Writing is like panning for gold or hunting for diamonds. If you get good at it, you gain a skill needed to succeed, to gain confidence, to fully participate in any learning activity and to be active in community life -- If you can express yourself, you are more apt to participate. Simple as that.
But learning to write well takes practice.
Your YWP digital classroom platform is a great space for students to practice -- to experiment, to play, to focus. Just about everything written in a class can be posted — drafts, journal entries, reflections, poems, finished pieces, discussions, narratives, podcasts, digital stories and essays. You can build a supportive writing community around this platform -- and what is done in class -- to create trust and mutual respect. That will lead to students taking creative risks, engaging in subjects that interest them and improving.
Regular writing should be a pedagogy:
- writing skills improve when writing is a regular activity;
- peer commenting and feedback helps both the reader observe and articulate and the author improve their work and be affirmed;
- youths care about their peers and try harder when they know their peers are their audience;
- writing for an online audience fosters respect and digital literacy; and
- regular research on the Web helps youths differentiate fact from opinion or falsehoods.
The benefits of student blogging don't end here. Regular writing also:
- engages students;
- creates powerful, inclusive learning communities;
- provides writing practice as students reflect, converse, collaborate and create;
- deepens critical thinking;
- allows students to develop their own voice, as they see that their ideas and views matter;
- helps students see that information is interconnected through linking;
- suits all learning styles and abilities
- provides increased motivation for writing and reading, as students read each others' posts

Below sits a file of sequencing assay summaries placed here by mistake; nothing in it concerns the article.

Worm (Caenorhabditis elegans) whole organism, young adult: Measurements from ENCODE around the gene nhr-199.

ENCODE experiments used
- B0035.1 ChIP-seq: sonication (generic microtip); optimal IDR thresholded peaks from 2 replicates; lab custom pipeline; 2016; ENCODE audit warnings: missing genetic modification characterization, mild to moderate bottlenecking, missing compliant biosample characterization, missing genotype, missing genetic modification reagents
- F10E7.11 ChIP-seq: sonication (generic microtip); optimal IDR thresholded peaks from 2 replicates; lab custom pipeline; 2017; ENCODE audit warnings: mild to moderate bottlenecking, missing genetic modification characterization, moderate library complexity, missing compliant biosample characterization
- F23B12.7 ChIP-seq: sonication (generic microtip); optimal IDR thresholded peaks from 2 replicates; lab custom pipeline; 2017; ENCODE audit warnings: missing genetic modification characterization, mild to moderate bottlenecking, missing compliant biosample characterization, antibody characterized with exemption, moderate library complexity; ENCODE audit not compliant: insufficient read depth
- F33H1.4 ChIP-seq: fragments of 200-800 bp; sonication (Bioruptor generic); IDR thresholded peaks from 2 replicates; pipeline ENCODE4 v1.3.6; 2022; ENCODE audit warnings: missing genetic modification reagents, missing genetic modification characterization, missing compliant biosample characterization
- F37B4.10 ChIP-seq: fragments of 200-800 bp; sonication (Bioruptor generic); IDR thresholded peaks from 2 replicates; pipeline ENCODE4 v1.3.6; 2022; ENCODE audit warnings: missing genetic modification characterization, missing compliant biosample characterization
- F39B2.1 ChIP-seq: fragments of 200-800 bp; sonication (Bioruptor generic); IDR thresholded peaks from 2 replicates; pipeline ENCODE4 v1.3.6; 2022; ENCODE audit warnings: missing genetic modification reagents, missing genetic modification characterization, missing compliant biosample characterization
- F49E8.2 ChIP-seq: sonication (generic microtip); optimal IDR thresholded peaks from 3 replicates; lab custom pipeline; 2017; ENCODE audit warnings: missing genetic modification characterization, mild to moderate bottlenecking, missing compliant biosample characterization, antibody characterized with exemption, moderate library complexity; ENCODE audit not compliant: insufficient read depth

- teaches students to read critically yet respond respectfully;
- improves confidence levels enables students to create with text, multimedia, audio, images and video; and
- fosters peer-to-peer learning
Some students are thrilled when they hear that they get to write in a digital space. Others are skeptical and nervous when asked to post their work for all the class to see -- even though what they write can't be seen by the outside world. They don't necessarily like to work in "public" or in groups. They may feel exposed when other students read their writing, especially if they believe they are not as skilled as some of their classmates. It can take time for everyone to feel comfortable sharing. But once students trust one another and themselves, and realize how fun and engaging it is to write “for real” about what matters to them, they find that writing in digital spaces helps them to become better writers and stronger learners. Learning is, after all, intensely social, and the digital world is all about connecting and communicating.
Some teachers shy away from regular practice writing for a simple reason -- there is so much curriculum and learning to accomplish in a year. They worry that it will take too much time for both them and their students. They worry about finding time to read the students' work, let alone respond to every entry posted. Yes, students need responses, coaching, even correcting, but the more they begin to do this together rather than depending on the teacher to do it for them, the more skilled they will get at thinking, writing, and learning.
So YWP recommends to teachers to rest easy; respond to some but not all posts as much as you can, rotating through the group so that everyone receives responses but does not become dependent on your feedback. And if you, the teacher, are worried about how they're treating each other, take a quick peak at the comments via the comments link to see whether they are following their own guidelines which they developed at the beginning of the year.
So a suggestion: Get the kids to write regularly -- for only 7 minutes; and give them an additional 5 minutes to read and comment on someone else's work.